That is not to mention the assistance that could flow through my electorate through the regional and roads measures announced as part of the Nation Building and Jobs Plan. These include funding for boom gates at high-risk rail crossings, additional Black Spot Program projects, $150 million to carry out maintenance works on our nation’s highways and $500 million of additional funding for the strategic projects component of the government’s Regional and Local Community Infrastructure Program. The three projects from my local government areas that were submitted by the local governments as their priority for large-scale infrastructure investment—the Eureka Centre, Doug Lindsay Reserve in Creswick and the redevelopment of the Darley campus of the Bacchus Marsh Secondary College as a Moorabool Shire community facility—are all projects I know that now have a greater opportunity of getting funded under that $500 million. All of these things have combined to result in a plan that provides both direct and indirect support to thousands of people throughout my electorate. This stimulus package is certainly welcome news to those people.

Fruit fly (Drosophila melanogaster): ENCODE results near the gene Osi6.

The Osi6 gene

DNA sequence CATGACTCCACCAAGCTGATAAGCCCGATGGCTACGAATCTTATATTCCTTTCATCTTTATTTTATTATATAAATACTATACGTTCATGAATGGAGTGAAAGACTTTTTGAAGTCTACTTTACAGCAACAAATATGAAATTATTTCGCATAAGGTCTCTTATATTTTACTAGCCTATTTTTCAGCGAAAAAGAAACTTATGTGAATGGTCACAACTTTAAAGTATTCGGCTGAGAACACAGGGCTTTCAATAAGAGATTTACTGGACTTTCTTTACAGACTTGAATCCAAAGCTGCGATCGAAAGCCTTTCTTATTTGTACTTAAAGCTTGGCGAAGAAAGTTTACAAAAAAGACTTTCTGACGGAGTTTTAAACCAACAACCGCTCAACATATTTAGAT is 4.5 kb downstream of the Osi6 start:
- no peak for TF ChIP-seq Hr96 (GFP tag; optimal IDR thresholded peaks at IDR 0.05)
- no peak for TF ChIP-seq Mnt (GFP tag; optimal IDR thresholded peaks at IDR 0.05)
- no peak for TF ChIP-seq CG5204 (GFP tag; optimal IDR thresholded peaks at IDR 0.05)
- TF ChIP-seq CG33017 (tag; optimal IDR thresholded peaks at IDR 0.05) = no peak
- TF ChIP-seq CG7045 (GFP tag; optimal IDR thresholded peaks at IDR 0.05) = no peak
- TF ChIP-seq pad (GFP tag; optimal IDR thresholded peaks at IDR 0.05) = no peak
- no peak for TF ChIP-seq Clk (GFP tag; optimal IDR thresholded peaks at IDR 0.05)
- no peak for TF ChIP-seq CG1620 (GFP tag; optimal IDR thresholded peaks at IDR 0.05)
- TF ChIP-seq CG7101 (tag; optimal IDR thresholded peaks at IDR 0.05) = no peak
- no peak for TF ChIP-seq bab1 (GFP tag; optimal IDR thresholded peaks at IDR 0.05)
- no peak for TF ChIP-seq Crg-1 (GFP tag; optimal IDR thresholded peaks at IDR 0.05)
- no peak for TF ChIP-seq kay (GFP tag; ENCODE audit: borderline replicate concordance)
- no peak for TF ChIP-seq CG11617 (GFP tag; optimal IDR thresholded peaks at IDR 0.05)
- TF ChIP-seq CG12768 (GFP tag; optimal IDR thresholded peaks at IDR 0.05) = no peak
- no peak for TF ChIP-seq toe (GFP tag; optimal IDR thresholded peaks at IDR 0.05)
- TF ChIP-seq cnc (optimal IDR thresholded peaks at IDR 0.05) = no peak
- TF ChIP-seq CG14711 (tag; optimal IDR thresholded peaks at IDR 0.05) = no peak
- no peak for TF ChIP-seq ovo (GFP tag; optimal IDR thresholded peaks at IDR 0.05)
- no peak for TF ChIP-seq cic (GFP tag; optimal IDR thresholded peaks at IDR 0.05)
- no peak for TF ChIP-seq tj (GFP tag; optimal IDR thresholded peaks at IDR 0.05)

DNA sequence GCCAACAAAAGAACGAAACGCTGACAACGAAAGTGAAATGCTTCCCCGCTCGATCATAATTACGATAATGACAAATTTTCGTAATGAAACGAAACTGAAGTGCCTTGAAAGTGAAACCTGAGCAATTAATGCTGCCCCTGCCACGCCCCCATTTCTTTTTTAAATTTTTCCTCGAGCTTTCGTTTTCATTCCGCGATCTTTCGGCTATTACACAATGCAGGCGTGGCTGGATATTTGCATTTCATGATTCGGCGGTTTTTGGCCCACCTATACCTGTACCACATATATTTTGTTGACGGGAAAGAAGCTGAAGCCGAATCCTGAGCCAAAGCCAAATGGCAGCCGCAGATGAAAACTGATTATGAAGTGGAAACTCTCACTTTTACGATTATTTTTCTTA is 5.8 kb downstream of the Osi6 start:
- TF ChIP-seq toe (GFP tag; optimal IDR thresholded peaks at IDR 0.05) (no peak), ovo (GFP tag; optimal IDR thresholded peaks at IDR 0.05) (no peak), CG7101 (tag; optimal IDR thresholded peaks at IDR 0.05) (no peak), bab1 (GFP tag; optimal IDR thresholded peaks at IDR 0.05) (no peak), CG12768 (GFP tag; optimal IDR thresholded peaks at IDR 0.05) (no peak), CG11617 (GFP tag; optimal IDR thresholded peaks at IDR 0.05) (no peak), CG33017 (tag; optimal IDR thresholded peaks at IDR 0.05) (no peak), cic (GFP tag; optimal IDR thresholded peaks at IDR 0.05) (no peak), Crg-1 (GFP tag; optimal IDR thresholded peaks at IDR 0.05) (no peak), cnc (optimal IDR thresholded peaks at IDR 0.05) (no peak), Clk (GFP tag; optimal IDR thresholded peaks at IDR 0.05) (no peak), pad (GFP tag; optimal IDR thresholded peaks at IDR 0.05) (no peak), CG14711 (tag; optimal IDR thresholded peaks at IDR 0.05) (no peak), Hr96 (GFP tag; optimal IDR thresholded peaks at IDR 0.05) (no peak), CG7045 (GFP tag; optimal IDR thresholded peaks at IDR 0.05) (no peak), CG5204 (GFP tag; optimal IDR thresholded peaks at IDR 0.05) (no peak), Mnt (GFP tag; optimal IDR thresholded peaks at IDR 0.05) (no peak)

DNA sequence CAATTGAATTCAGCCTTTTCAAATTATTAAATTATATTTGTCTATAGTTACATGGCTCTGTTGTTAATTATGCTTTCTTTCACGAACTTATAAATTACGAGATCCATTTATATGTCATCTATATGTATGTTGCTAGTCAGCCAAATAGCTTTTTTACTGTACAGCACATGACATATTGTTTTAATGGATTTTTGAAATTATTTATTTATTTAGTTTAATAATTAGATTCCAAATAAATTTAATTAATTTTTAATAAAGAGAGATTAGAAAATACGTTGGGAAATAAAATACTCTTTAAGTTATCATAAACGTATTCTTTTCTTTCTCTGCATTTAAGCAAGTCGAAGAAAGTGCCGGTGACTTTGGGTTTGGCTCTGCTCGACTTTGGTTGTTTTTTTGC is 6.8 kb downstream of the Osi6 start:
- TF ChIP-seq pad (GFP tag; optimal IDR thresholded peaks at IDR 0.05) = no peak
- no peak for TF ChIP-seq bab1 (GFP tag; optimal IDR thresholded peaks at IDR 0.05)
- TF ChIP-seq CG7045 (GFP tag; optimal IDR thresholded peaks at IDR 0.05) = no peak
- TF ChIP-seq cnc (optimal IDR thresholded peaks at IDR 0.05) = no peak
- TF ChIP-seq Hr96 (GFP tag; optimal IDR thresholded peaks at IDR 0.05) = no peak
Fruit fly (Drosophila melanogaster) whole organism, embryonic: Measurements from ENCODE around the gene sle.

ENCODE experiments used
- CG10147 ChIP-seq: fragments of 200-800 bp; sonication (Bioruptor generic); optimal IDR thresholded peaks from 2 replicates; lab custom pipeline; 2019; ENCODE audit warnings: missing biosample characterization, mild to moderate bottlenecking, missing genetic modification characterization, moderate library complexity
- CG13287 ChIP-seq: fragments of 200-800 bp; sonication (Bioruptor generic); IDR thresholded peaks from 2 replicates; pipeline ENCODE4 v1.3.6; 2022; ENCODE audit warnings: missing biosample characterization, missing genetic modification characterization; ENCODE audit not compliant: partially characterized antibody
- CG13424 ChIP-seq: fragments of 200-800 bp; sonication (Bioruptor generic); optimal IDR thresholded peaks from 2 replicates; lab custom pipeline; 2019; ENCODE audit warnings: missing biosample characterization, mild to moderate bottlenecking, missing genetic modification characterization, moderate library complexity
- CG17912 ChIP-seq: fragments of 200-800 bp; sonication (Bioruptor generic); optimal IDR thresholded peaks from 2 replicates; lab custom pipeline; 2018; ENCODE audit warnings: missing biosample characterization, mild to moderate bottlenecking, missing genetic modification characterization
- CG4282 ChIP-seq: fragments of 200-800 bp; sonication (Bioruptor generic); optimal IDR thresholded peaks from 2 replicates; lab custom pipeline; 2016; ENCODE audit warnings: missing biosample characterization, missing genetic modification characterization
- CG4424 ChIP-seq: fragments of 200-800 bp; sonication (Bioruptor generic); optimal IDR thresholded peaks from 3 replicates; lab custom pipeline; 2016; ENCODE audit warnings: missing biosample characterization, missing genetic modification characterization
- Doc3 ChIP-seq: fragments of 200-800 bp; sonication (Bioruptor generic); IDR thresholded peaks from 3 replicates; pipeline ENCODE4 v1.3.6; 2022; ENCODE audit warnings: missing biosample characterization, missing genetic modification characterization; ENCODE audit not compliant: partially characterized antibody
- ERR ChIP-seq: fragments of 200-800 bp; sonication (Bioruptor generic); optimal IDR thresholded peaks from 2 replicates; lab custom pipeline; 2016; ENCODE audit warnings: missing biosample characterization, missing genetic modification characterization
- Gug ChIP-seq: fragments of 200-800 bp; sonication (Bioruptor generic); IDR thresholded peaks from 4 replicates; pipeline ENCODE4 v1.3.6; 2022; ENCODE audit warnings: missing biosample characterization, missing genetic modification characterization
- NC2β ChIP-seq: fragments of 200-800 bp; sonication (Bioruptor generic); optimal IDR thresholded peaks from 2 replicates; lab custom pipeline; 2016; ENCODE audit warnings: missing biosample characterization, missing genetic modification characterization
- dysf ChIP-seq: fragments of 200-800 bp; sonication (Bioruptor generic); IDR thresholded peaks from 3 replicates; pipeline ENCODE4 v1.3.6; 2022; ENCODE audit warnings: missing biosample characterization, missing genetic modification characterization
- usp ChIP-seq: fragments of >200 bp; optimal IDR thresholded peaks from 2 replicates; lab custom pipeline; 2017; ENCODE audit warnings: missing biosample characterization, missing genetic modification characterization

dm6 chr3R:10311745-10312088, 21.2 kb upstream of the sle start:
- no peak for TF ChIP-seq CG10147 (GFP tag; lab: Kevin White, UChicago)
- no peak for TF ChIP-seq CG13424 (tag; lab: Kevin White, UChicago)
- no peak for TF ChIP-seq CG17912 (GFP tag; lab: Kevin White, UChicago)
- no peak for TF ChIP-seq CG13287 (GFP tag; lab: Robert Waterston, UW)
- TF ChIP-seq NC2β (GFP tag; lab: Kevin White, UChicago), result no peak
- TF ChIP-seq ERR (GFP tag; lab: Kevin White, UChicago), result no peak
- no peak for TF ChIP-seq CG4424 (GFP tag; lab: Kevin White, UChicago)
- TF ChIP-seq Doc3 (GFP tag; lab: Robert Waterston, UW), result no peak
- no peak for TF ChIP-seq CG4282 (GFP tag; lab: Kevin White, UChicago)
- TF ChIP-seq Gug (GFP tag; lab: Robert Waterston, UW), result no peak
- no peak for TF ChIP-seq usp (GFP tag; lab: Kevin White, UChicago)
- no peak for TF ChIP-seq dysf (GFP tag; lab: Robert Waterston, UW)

Nobody likes deficits, and entering into a temporary deficit is not something that this or any government would ever take lightly, but this government is committed to working through the financial crisis. We understand just how serious the circumstances are that we are facing—something which the opposition still seems to be in denial about. The government are taking measures to stimulate the economy and to keep people in jobs. We will not bury our heads in the sand on this challenge. We cannot; too many people are relying on this parliament to ensure that the economy keeps ticking over. Entering into a temporary deficit is what this government needs to do in order to see us through, and it is not a decision that we have taken lightly. We have made a commitment to all Australians, and I have made a commitment to the people in my electorate, that we will take all action necessary to respond to the global financial crisis and to support our nation during this period. This government knows that the immediate road ahead will be tough—extremely tough—but we are committed to working through it, and I know the members of my community are also committed to working together to get through it as well. I certainly commend this bill to the House and hope that the opposition manages to change its mind in the course of the evening.